Donna Strickland Is First Woman Physics Nobel Winner In 55 Yrs

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Donna Strickland

Donna Strickland has won the Nobel Prize in Physics. She is the first woman in 55 years and the third woman ever to win the prize in this field. Marie Curie was the first woman to win the Physics Nobel in 1903. Maria Goeppert-Mayer earned the prize in 1963. Fifty-nine-year-old Strickland shares this year's prize with Arthur Ashkin, from the US, and Gerard Mourou, from France.


The three earned their respective awards yesterday "for groundbreaking inventions in the field of laser physics".

Who is Donna Strickland?

Dr Strickland was born on May 27, 1959, in Guelph, Ontario in Canada. She pursued her first degree in the field of physics in 1981, graduating from McMaster University. She studied optics at the University of Rochester, New York state. Meanwhile, she worked towards her PhD under Dr Mourou.

Strickland has been teaching at the University of Waterloo, in Ontario, since 1997. She oversees an ultra-fast laser lab and works with a team of undergraduate and graduate students.

Calls herself a "laser jock"

  • The professor called herself a "laser jock" once in an interview. She emphasised on efforts to make young people more involved in the realm of physics.
  • She received the Ontario Premier's Research Excellence Award in 1999. Cottrell Scholars', a research corporation, awarded her the Cottrell Scholars' Award in 2000. It recognises scholars for their research and academic leadership.
  • The Optical Society of America named her a fellow in 2008 for her pioneering work in the field of ultrafast laser and optical science. Dr Strickland loves research and enjoys the competitive rush of pushing the boundaries of what lasers can do.

Speaking with BBC, she said the win was surprising as it had been a long time since a woman had won the award.

What is the work that has won her a Nobel?

  • Her field of research is about "who has the shortest pulse, the most energy, the highest average power". She spoke about it at the University of Waterloo in 2011. Interestingly, scientists Strickland and Mourou paved the way for the shortest and most intense laser pulses ever created.
  • They have developed a technique called Chirped Pulse Amplification (CPA). It has found uses in laser therapy targeting cancer and in the millions of corrective laser eye surgeries which are performed each year.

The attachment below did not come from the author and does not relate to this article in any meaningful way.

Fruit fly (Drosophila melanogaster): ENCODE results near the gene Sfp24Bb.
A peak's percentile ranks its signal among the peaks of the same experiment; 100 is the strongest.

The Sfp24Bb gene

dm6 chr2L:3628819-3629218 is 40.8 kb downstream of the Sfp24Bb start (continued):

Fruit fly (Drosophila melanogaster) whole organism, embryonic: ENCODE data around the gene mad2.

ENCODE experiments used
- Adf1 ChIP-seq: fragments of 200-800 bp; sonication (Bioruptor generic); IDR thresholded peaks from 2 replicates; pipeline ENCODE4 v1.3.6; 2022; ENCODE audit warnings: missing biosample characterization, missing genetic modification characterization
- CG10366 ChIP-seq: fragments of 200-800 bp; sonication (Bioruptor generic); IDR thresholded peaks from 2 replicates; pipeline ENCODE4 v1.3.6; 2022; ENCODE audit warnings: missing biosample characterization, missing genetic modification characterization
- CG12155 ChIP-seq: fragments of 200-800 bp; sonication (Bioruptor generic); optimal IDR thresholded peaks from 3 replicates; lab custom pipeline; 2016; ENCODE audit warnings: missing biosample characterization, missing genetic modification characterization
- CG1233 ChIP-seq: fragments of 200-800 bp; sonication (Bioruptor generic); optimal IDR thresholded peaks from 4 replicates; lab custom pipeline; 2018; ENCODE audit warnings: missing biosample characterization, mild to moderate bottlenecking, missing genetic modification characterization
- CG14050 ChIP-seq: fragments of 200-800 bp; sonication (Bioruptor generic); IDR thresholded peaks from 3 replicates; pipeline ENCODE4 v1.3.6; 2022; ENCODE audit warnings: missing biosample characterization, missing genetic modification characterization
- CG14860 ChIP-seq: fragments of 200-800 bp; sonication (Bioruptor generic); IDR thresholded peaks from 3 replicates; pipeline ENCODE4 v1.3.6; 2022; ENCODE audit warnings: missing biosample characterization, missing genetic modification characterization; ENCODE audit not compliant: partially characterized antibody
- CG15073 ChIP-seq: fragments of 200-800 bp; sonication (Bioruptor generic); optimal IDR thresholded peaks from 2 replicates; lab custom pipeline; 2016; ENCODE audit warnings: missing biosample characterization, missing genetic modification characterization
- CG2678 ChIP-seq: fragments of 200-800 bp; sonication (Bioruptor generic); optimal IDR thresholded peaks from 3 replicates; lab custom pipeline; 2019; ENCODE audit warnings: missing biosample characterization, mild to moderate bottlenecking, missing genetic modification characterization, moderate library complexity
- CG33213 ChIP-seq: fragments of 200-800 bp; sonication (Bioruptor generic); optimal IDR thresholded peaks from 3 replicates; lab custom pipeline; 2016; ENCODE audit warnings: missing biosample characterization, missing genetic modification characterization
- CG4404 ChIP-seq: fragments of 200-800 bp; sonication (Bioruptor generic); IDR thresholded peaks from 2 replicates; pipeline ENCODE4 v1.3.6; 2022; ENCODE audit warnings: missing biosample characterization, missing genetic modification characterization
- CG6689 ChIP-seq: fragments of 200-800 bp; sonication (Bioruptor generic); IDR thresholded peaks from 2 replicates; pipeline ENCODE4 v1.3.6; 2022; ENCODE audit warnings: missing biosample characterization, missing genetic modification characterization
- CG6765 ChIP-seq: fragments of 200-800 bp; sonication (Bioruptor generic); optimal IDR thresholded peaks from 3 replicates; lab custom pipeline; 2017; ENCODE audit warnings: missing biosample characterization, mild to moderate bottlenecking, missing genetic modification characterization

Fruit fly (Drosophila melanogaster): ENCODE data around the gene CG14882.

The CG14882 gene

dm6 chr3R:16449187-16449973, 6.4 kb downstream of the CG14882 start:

• With this, more light is packed into a small space when a laser pulse is compressed in time and becomes shorter. This considerably increases the intensity of the pulse. Strickland and Mourou's CPA technique became the standard for high intensity lasers.
  • Dr Ashkin, who shared the award, has developed a laser technique, described as optical tweezers. It works on studying biological systems.
  • The award is worth a nine million Swedish kronor (ÂŁ770,686; $998,618).

Congratulations from the higher order

Canada's Prime Minister, Justin Trudeau, congratulated Dr Strickland, issuing an official statement. Minister of Science and Sport, Kirsty Duncan, too, took to Twitter to announce the same.

The award comes a few days after a physicist, Professor Alessandro Strumia, claimed at a lecture that physics had been "built by men". In the lecture at the Cern laboratory in Geneva, he added that everyone discriminated against male scientists. Following his comments, the research centre has suspended him for his offensive remarks.

The last woman to win this prize, Maria Goeppert-Mayer, earned it for her discoveries about the nuclei of atoms. Last year, Rainer Weiss, Kip Thorne and Barry Barish won the Physics Nobel for the detection of gravitational waves. 

Also Read: Nobel Prize Winners: What’s the count of women laureates?

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